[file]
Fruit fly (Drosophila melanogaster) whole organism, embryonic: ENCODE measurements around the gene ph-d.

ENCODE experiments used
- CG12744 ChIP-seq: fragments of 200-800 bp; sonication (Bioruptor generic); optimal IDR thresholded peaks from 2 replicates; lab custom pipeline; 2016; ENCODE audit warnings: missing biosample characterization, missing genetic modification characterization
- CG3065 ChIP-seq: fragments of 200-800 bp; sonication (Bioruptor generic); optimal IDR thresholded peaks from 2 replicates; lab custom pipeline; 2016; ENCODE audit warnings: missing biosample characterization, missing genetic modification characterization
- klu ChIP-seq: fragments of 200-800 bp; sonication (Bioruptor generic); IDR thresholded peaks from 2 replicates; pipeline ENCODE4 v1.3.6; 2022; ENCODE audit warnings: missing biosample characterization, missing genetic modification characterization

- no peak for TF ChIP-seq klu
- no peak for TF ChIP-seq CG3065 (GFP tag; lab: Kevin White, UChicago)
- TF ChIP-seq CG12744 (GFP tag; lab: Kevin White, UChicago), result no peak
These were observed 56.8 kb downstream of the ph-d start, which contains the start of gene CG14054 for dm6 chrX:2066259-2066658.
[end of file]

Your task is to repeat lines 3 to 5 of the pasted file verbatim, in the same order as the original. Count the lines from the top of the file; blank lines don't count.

- CG12744 ChIP-seq: fragments of 200-800 bp; sonication (Bioruptor generic); optimal IDR thresholded peaks from 2 replicates; lab custom pipeline; 2016; ENCODE audit warnings: missing biosample characterization, missing genetic modification characterization
- CG3065 ChIP-seq: fragments of 200-800 bp; sonication (Bioruptor generic); optimal IDR thresholded peaks from 2 replicates; lab custom pipeline; 2016; ENCODE audit warnings: missing biosample characterization, missing genetic modification characterization
- klu ChIP-seq: fragments of 200-800 bp; sonication (Bioruptor generic); IDR thresholded peaks from 2 replicates; pipeline ENCODE4 v1.3.6; 2022; ENCODE audit warnings: missing biosample characterization, missing genetic modification characterization